Principal components analysis (PCA) is an unsupervised machine learning technique that finds principal components (linear combinations of the predictor variables) that explain a large portion of the variation in a dataset.
When we perform PCA, we’re interested in understanding what percentage of the total variation in the dataset can be explained by each principal component.
One of the easiest ways to visualize the percentage of variation explained by each principal component is to create a scree plot.
This tutorial provides a step-by-step example of how to create a scree plot in Python.
Step 1: Load the Dataset
For this example we’ll use a dataset called USArrests, which contains data on the number of arrests per 100,000 residents in each U.S. state in 1973 for various crimes.
The following code shows how to import this dataset and prep it for principal components analysis:
import pandas as pd from sklearn.preprocessing import StandardScaler #define URL where dataset is located url = "https://raw.githubusercontent.com/JWarmenhoven/ISLR-python/master/Notebooks/Data/USArrests.csv" #read in data data = pd.read_csv(url) #define columns to use for PCA df = data.iloc[:, 1:5] #define scaler scaler = StandardScaler() #create copy of DataFrame scaled_df=df.copy() #created scaled version of DataFrame scaled_df=pd.DataFrame(scaler.fit_transform(scaled_df), columns=scaled_df.columns)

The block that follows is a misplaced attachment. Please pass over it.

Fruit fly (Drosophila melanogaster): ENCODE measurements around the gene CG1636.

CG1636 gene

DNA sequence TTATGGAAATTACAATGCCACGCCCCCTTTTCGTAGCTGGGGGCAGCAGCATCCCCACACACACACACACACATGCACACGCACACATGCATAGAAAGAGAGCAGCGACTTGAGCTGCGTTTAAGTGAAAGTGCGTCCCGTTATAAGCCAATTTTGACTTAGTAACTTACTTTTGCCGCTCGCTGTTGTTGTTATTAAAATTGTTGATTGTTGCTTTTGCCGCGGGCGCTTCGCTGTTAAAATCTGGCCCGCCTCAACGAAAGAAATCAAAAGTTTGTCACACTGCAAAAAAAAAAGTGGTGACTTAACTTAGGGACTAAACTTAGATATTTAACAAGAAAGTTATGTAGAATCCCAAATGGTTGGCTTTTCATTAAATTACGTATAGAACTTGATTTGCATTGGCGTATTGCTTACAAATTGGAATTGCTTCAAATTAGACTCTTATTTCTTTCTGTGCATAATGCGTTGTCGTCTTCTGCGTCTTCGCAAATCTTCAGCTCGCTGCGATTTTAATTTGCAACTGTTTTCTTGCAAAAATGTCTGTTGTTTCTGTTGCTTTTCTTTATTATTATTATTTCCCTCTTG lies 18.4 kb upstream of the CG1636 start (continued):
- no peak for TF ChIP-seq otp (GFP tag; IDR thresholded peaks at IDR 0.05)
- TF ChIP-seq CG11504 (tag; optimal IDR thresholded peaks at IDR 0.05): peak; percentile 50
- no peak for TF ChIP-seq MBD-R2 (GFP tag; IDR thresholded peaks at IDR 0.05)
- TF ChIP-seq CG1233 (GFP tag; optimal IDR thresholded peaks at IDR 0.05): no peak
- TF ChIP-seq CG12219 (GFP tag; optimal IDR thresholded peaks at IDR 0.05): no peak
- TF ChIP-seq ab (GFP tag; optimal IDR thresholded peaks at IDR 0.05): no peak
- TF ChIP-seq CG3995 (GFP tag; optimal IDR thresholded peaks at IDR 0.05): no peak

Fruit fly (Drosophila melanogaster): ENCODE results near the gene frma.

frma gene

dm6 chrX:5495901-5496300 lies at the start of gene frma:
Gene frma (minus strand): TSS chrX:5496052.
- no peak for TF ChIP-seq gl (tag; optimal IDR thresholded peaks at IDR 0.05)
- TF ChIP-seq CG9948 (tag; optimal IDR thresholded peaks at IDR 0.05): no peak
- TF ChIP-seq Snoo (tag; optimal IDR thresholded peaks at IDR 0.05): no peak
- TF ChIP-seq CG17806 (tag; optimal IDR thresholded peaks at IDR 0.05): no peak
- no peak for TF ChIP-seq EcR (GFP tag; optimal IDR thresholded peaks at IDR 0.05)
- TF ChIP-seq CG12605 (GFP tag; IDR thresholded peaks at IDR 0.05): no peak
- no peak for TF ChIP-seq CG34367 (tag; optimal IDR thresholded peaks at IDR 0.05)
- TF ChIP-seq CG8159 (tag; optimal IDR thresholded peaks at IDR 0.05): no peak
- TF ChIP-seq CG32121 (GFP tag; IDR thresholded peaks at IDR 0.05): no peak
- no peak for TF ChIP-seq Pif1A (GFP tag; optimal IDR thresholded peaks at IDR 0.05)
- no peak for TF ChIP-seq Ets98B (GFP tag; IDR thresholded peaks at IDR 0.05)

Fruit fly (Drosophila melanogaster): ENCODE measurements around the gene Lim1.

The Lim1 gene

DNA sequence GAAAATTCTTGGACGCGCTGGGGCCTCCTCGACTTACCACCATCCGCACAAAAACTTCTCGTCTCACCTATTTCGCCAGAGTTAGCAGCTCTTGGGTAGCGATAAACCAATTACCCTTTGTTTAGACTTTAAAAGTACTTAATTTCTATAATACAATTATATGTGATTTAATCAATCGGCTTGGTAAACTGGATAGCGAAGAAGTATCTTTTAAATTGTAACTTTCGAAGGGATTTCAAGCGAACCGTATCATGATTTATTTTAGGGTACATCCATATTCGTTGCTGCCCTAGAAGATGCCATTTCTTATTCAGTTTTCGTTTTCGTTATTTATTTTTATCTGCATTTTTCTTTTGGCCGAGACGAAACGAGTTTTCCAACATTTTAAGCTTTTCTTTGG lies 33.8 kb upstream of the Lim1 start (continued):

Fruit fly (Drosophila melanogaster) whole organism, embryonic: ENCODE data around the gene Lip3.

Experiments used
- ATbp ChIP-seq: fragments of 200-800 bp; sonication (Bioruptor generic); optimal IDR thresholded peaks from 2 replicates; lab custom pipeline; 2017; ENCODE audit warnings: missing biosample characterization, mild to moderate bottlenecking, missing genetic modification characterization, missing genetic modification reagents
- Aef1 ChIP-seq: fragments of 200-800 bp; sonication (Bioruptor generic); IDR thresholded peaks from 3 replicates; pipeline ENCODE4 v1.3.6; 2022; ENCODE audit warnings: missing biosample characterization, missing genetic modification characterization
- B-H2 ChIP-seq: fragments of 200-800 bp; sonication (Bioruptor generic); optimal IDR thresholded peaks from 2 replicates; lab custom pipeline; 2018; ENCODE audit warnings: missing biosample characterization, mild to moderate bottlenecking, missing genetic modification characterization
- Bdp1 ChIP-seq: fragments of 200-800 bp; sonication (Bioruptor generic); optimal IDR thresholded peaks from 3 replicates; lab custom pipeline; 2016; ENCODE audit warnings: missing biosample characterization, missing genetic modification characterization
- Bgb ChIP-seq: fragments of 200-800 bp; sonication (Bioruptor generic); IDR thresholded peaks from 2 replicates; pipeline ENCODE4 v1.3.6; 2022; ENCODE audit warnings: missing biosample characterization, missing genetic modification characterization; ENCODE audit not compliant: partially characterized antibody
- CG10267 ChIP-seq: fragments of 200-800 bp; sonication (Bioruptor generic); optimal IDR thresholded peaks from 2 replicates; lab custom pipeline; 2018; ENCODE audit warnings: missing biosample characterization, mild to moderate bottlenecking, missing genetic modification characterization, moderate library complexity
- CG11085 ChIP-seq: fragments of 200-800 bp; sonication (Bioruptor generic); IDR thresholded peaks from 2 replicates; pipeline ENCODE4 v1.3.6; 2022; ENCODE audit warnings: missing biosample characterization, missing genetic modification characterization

Step 2: Perform PCA
Next, we’ll use the PCA() function from the sklearn package perform principal components analysis.
from sklearn.decomposition import PCA #define PCA model to use pca = PCA(n_components=4) #fit PCA model to data pca_fit = pca.fit(scaled_df)
Step 3: Create the Scree Plot
Lastly, we’ll calculate the percentage of total variance explained by each principal component and use matplotlib to create a scree plot:
import matplotlib.pyplot as plt import numpy as np PC_values = np.arange(pca.n_components_) + 1 plt.plot(PC_values, pca.explained_variance_ratio_, 'o-', linewidth=2, color='blue') plt.title('Scree Plot') plt.xlabel('Principal Component') plt.ylabel('Variance Explained') plt.show()
The x-axis displays the principal component and the y-axis displays the percentage of total variance explained by each individual principal component.
We can also use the following code to display the exact percentage of total variance explained by each principal component:
print(pca.explained_variance_ratio_) [0.62006039 0.24744129 0.0891408 0.04335752]
We can see:
- The first principal component explains 62.01% of the total variation in the dataset.
- The second principal component explains 24.74% of the total variation.
- The third principal component explains 8.91% of the total variation.
- The fourth principal component explains 4.34% of the total variation.
Note that the percentages sum to 100%.
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